Two Great Apps Arrive To Stop Hackers Spying On Your iPhone
May 10, 2016
Shah Sheikh (1294 articles)

Two Great Apps Arrive To Stop Hackers Spying On Your iPhone

Apple provides plenty of protection for iPhone users, as the FBI learned over the last few months. But it can never offer total security.

That’s why pro iOS hackers like Stefan Esser are around to poke holes in Apple’s operating system and provide tools to highlight security concerns. His company’s latest creation, SektionEins’ plainly-named System and Security Info, is one of the most in-depth security apps available for the average iPhone user. Not only does it seek out unsolicited jailbreaks – where the device is quietly rooted to peel away Apple protections – but also flags when other applications are behaving suspiciously.

Whilst many apps already provide jailbreak detection, Esser told FORBES most simply look for certain files that indicate a jailbreak. But his app can seek out files that show what exact jailbreak was used and checks Apple’s normal security layers are still intact. That includes validating that the root partition (the separated core of iOS) is protected from hackers trying to alter code, and checking if the code has been signed and verified by Apple. The app also detects tampered signatures.

“[The app] will… easily detect private jailbreaks that make use of public iOS exploitation tricks. It will furthermore detect completely private jailbreaks if they do not completely hide themselves in the kernel or make their userland processes completely invisible. The tool will of course not be able to defeat targeted attacks against the tool itself,” Esser told FORBES over email. The company made it clear in a disclaimer that attackers could “adapt and specifically detect and subvert our tool.”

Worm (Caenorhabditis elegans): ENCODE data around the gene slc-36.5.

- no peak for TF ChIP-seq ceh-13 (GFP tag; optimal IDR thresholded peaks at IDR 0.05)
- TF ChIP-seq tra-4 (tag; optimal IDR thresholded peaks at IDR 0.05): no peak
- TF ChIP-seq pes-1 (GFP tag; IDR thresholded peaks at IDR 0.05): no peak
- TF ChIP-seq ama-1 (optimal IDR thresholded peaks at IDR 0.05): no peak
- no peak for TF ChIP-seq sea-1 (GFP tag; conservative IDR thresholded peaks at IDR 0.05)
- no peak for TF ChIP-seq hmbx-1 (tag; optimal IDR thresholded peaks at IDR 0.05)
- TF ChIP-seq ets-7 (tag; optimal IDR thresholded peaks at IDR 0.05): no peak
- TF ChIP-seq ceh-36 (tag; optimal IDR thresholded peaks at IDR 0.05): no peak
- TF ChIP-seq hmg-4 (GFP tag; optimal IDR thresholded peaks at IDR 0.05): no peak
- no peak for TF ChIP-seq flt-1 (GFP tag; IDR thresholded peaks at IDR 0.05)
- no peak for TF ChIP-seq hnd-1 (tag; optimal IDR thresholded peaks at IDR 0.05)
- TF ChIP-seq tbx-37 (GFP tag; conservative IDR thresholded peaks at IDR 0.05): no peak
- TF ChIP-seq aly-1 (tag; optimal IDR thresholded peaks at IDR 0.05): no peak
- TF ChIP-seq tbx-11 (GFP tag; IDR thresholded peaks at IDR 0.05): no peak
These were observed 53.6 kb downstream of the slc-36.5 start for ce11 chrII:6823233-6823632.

SektionEins, in a blog post released today, said its tool was the only one in Apple’s App Store that can detail a list of running processes in iOS 9. The checks on applications’ behaviour should provide users with a layer of malware protection, as they will flag any software acting in a suspicious manner.

Despite concerns Apple would not allow the app, it was cleared on the App Store in just two days, Esser said. The concerns arose, he added, as Apple claimed at WWDC 2015 it blocked certain application programming interfaces (APIs) – the portion of code that allows for outside access of certain functions – to prevent malware from accessing other apps. Esser said Apple only did so partially and so he was able to have his app grab information on other software running on iOS, hence its ability to list processes.

Apple had not responded to a request for comment at the time of publication.

A free VPN

Today saw the release of another useful security app for iOS. Browser maker Opera has launched a free virtual private network (VPN). VPNs route traffic through different servers in order to mask the origin IP address of the user, whilst encrypting traffic. In Opera’s case, it allows users to choose one out of five locations for their final IP address: USA, Canada, Germany, Singapore and The Netherlands. Opera has added an extra feature to its VPN, as it removes ad-tracking cookies for some extra privacy.

VPNs have been used as both a privacy tool and as a way of bypassing blocks for accessing content from certain locations. But the likes of the BBC and Netflix NFLX -0.31%are now taking action, preventing anyone using a VPN from watching their streaming content. Unsurprisingly, they’ve faced criticism from privacy-conscious folk concerned people are being asked to turn off their privacy-enhancing tools.

Source | Forbes